Sunday, April 23, 2017

Talking Tribeca: The Boy Downstairs

I’ve had the pleasure of screening a number of selections from this year’s Tribeca Film Festival, which takes place April 19th-April 30th.

The Boy Downstairs
Directed by Sophie Brooks
Festival Screenings

When a relationship ends, it’s pretty important for the people involved to move on. No one ever said that it was easy, and it often takes a long time for both parties to do so, regardless of whether the decision to split was mutual. In some cases, one person needs much more time to get past it, and a complete separation is usually necessary after a close, lengthy relationship before transforming the dynamic into a workable friendship is possible. One particularly unproductive step is the very unadvisable decision to move into the same building where an ex lives.

After spending two years in London, Diana (Zosia Mamet) returns to New York City, where she works in a wedding dress shop. Prior to her departure, Diana dated Ben (Matthew Shear), and used her international relocation as an excuse to end their relationship. When a realtor, Meg (Sarah Ramos), shows her an apartment building, she falls in love, and it’s only after all of her furniture is delivered that she delivers that her downstairs neighbor is none other than Ben, who just happens to have a new girlfriend: Meg.

Being a young adult and navigating the dating world is hard enough without the added pressure of running into your ex-boyfriend when you’re taking out the trash or heading out for work in the morning, and, as with any film of this sort, the temptation to rekindle what once was exists on an almost constant basis thanks to simple reminders of times shared together. Flashbacks tell the story of how Diana and Ben got together in the first place as their new experiences play out in the present, creating an effective double narrative that strengthens the identities of both characters.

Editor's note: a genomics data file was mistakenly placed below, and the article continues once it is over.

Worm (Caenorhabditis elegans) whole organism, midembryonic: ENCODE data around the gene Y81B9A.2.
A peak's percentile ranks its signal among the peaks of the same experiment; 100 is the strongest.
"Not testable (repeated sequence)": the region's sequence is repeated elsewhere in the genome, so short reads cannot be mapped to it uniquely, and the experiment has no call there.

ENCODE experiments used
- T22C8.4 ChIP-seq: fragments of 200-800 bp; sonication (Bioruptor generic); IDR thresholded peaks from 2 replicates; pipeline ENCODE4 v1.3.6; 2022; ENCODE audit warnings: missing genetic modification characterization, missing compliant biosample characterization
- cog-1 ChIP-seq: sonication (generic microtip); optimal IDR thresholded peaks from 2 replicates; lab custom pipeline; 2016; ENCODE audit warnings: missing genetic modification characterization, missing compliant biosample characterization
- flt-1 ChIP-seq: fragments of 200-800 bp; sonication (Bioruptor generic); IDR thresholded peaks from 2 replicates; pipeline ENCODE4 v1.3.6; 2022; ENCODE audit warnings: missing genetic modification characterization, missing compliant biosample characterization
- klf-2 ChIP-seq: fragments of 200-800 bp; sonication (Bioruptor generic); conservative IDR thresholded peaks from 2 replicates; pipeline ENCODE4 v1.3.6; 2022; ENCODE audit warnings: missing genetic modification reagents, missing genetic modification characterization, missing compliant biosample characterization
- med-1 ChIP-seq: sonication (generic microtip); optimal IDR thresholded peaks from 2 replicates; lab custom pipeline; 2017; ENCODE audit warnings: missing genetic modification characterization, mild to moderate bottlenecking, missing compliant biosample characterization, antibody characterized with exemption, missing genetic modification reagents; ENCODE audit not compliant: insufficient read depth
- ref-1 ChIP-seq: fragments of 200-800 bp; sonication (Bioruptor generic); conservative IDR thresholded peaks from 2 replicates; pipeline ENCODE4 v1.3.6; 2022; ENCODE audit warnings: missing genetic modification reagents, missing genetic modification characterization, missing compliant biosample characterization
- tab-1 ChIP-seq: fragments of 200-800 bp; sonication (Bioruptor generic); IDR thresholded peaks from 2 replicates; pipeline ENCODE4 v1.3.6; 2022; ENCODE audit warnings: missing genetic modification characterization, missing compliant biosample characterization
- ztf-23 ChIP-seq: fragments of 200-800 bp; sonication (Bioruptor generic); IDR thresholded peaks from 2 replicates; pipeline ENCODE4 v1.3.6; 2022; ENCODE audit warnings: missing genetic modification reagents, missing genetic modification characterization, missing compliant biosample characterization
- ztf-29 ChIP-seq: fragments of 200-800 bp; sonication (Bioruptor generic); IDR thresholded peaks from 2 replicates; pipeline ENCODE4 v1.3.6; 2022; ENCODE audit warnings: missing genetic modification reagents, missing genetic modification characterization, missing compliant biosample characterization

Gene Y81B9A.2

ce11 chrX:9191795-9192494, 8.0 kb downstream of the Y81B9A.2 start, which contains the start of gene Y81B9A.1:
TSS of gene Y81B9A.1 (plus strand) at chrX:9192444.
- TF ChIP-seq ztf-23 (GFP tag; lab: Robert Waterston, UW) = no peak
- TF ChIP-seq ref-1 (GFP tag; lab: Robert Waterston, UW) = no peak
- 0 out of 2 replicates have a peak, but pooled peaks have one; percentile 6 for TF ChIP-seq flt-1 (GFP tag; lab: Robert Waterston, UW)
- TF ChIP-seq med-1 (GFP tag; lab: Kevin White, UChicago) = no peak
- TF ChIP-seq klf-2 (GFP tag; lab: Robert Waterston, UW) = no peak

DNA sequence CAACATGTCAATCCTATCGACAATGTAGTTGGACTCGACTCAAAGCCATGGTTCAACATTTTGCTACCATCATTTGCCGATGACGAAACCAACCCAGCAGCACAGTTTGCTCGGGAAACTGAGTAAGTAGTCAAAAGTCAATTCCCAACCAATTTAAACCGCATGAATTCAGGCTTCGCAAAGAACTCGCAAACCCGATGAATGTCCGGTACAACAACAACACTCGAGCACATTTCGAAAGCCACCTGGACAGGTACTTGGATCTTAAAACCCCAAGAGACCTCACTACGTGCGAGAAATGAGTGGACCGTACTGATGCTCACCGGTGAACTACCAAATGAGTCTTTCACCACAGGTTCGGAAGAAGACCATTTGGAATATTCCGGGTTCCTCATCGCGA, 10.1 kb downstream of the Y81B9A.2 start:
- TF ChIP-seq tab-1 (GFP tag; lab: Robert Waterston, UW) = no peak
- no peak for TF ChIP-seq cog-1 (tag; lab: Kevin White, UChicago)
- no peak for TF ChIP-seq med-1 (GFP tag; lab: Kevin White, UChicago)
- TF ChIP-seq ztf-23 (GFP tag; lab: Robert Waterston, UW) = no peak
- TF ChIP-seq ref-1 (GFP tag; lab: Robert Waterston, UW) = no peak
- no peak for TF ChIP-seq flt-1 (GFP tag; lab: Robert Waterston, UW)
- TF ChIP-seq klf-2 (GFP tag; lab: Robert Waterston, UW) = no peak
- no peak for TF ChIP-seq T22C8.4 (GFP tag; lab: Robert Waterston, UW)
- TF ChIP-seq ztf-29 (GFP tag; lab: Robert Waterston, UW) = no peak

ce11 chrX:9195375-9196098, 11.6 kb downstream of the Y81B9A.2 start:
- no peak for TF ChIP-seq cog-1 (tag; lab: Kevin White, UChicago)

Mamet is best known for playing the talkative, hyper Shoshanna on HBO’s very recently-wrapped “Girls.” There are similarities between Diana and Shoshanna, though the slightly less chatty Diana manages to handle the situation infinitely better than her TV counterpart would, still creating awkwardness at every turn but less as a result of things that she herself says. Mamet does great here, with stable support from Shear and a humorous supporting turn from Ramos, who played a much more understanding teenager on “Parenthood.” Aside from its clever premise, this decent comedy doesn’t offer many new ideas, but it’s a perfectly passable and entertaining showcase for Mamet tackling finding love in New York City from a slightly different angle.


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